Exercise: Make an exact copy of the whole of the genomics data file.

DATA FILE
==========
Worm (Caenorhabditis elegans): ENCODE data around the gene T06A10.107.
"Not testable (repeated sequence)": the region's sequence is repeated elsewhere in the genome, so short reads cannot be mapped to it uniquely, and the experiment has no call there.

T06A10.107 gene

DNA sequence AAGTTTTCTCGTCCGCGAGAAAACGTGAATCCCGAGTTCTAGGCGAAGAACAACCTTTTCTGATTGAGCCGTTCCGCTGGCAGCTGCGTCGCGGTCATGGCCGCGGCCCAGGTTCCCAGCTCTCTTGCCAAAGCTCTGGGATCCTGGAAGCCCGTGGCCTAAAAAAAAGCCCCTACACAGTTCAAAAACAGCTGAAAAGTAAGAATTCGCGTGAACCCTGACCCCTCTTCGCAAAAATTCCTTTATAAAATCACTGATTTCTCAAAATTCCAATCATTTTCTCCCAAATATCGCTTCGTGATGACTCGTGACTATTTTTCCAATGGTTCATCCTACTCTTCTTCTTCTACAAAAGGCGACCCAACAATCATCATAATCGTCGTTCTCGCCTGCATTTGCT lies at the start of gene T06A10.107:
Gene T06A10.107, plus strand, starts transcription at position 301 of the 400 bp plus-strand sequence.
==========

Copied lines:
Worm (Caenorhabditis elegans): ENCODE data around the gene T06A10.107.
"Not testable (repeated sequence)": the region's sequence is repeated elsewhere in the genome, so short reads cannot be mapped to it uniquely, and the experiment has no call there.

T06A10.107 gene

DNA sequence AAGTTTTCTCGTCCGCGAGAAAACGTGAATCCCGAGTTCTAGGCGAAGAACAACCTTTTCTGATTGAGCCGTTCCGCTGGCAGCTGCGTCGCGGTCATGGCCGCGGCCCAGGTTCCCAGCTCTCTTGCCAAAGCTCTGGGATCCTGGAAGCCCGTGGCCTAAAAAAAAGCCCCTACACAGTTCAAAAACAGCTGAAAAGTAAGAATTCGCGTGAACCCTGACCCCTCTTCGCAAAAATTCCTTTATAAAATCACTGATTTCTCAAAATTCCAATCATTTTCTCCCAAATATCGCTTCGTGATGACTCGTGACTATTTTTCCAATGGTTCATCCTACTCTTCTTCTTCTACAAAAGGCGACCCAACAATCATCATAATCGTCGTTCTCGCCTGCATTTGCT lies at the start of gene T06A10.107:
Gene T06A10.107, plus strand, starts transcription at position 301 of the 400 bp plus-strand sequence.